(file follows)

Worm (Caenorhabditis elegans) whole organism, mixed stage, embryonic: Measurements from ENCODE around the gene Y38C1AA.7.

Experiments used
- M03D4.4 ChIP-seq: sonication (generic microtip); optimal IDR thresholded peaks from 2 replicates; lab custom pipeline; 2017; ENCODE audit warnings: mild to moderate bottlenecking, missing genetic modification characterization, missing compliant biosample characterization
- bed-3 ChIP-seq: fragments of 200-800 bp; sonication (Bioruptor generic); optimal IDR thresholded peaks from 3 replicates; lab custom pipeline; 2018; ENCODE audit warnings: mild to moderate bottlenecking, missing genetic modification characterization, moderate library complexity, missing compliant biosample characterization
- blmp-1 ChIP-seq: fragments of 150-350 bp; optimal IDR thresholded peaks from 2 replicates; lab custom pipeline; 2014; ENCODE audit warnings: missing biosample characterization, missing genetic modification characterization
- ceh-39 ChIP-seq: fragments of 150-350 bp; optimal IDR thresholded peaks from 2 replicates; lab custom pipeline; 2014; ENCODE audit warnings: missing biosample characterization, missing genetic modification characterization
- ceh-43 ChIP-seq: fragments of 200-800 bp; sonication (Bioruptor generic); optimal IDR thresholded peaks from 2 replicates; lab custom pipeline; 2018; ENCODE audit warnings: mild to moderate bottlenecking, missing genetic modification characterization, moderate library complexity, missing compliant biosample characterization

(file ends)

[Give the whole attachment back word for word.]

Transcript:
Worm (Caenorhabditis elegans) whole organism, mixed stage, embryonic: Measurements from ENCODE around the gene Y38C1AA.7.

Experiments used
- M03D4.4 ChIP-seq: sonication (generic microtip); optimal IDR thresholded peaks from 2 replicates; lab custom pipeline; 2017; ENCODE audit warnings: mild to moderate bottlenecking, missing genetic modification characterization, missing compliant biosample characterization
- bed-3 ChIP-seq: fragments of 200-800 bp; sonication (Bioruptor generic); optimal IDR thresholded peaks from 3 replicates; lab custom pipeline; 2018; ENCODE audit warnings: mild to moderate bottlenecking, missing genetic modification characterization, moderate library complexity, missing compliant biosample characterization
- blmp-1 ChIP-seq: fragments of 150-350 bp; optimal IDR thresholded peaks from 2 replicates; lab custom pipeline; 2014; ENCODE audit warnings: missing biosample characterization, missing genetic modification characterization
- ceh-39 ChIP-seq: fragments of 150-350 bp; optimal IDR thresholded peaks from 2 replicates; lab custom pipeline; 2014; ENCODE audit warnings: missing biosample characterization, missing genetic modification characterization
- ceh-43 ChIP-seq: fragments of 200-800 bp; sonication (Bioruptor generic); optimal IDR thresholded peaks from 2 replicates; lab custom pipeline; 2018; ENCODE audit warnings: mild to moderate bottlenecking, missing genetic modification characterization, moderate library complexity, missing compliant biosample characterization